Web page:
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[Part 1] [Part 2] [Part 3] [Part 4]

Part 4

March 6, 2000 (Monday)

  • A heavy downpour posed a threat of volcanic mudflows and could hit populated areas and a major road.

  • Relief goods and medicines were distributed among the evacuees.  The DOH had already sought technical and material assistance from the World Health Organization.

  • Suspended air transportation in Bicol, deprived the region of tourism revenues from local and foreign tourists.  This also prevented the immediate transport of goods to and from Bicol.

March 7, 2000 (Tuesday)

  • Lava deposits in the upper middle slopes collapsed at 7:46 a.m. to produce a voluminous pyroclastic flow accompanied by tremors that people mistook for another eruption.

  • Scientists said walls of lava deposits on Mayon's slope collapsed and rolled down the mountain, throwing up clouds of ash which swamped the villages as far as 12 kilometers from the crater.

  • People in the streets started running, vehicles stopped and darkness enveloped some areas for about two hours.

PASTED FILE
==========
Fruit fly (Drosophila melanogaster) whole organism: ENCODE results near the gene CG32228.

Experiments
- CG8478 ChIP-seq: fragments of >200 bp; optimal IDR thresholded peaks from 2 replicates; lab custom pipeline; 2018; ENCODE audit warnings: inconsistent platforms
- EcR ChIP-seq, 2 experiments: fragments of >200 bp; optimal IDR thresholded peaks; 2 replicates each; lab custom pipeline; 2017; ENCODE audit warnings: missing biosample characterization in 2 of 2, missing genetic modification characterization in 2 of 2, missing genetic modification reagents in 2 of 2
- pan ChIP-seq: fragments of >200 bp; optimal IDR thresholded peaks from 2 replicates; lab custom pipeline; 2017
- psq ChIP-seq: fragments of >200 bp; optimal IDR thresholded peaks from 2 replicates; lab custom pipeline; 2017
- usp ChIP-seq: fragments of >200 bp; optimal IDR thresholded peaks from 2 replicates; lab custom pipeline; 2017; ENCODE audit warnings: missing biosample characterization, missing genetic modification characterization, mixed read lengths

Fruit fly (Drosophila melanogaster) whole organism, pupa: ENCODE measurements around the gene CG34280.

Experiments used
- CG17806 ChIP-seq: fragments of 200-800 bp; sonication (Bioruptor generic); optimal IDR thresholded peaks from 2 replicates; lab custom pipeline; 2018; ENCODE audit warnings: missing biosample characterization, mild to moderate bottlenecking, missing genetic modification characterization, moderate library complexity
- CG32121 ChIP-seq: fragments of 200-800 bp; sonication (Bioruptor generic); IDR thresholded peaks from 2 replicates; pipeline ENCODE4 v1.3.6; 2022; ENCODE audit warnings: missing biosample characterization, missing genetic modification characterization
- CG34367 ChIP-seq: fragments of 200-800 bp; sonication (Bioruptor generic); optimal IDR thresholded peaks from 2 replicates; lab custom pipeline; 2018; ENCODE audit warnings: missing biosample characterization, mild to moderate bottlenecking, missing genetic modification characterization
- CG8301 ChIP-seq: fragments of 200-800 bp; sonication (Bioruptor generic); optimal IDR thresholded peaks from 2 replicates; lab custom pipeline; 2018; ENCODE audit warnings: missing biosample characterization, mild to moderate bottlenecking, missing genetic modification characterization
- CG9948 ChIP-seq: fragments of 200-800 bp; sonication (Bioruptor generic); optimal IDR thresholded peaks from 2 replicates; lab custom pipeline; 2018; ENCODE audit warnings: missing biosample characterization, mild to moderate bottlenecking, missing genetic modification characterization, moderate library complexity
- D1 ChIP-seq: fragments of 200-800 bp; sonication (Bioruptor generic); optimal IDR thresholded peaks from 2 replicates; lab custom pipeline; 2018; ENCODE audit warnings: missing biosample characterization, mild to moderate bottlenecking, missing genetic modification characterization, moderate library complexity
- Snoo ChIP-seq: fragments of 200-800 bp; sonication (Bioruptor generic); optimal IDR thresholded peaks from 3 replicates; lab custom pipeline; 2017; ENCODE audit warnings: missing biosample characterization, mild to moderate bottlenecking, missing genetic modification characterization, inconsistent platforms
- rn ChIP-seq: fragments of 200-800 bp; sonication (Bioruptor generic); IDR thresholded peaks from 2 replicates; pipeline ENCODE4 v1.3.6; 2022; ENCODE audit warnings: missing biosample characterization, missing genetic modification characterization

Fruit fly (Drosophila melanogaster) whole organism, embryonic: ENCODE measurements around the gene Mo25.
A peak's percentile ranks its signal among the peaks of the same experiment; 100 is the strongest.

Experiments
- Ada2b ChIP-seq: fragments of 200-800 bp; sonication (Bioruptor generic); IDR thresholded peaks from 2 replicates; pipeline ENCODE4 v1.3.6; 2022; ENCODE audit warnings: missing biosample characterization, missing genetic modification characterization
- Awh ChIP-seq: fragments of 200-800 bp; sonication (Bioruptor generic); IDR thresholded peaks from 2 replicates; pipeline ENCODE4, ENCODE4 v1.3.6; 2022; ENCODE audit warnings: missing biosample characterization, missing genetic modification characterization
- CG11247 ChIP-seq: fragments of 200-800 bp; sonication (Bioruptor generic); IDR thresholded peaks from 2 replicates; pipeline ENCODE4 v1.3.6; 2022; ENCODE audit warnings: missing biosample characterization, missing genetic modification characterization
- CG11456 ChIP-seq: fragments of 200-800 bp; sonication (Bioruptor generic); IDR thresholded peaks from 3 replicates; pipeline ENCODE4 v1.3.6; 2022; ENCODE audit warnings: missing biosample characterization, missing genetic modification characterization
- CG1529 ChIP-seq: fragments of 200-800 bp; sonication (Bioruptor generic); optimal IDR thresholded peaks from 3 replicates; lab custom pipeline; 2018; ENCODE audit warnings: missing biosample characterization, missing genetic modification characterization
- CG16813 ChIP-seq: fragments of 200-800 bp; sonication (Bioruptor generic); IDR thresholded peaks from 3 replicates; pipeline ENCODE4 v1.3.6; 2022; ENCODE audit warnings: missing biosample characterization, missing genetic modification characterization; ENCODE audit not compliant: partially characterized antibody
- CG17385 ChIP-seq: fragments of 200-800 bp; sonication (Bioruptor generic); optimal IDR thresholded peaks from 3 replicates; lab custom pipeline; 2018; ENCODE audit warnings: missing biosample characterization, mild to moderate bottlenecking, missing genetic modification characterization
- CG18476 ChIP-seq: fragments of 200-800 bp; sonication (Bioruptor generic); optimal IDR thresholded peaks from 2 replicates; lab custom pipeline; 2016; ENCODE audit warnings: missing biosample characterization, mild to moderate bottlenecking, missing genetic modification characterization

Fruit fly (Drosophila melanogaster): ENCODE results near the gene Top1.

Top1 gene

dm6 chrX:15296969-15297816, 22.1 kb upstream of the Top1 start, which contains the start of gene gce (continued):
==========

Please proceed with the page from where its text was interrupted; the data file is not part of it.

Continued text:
• The estimated 50 million cubic meters (1,750 cubic feet) of volcanic materials deposited on the slopes posed an even bigger danger to the villages and towns at the foot of Mayon.

  • Heavy rains could loosen these deposits and turn then into violent rivers of mud and rocks that could destroy villages in their path.

  • Provincial Disaster Coordinating Council (PDCC) had distributed 70% of the Php20 million released by the then President Joseph Estrada to eight towns and Legaspi City while retaining 30% for future contingencies.

[Part 1] [Part 2] [Part 3] [Part 4]


(Note: The above articles were compiled from various newspaper reports.)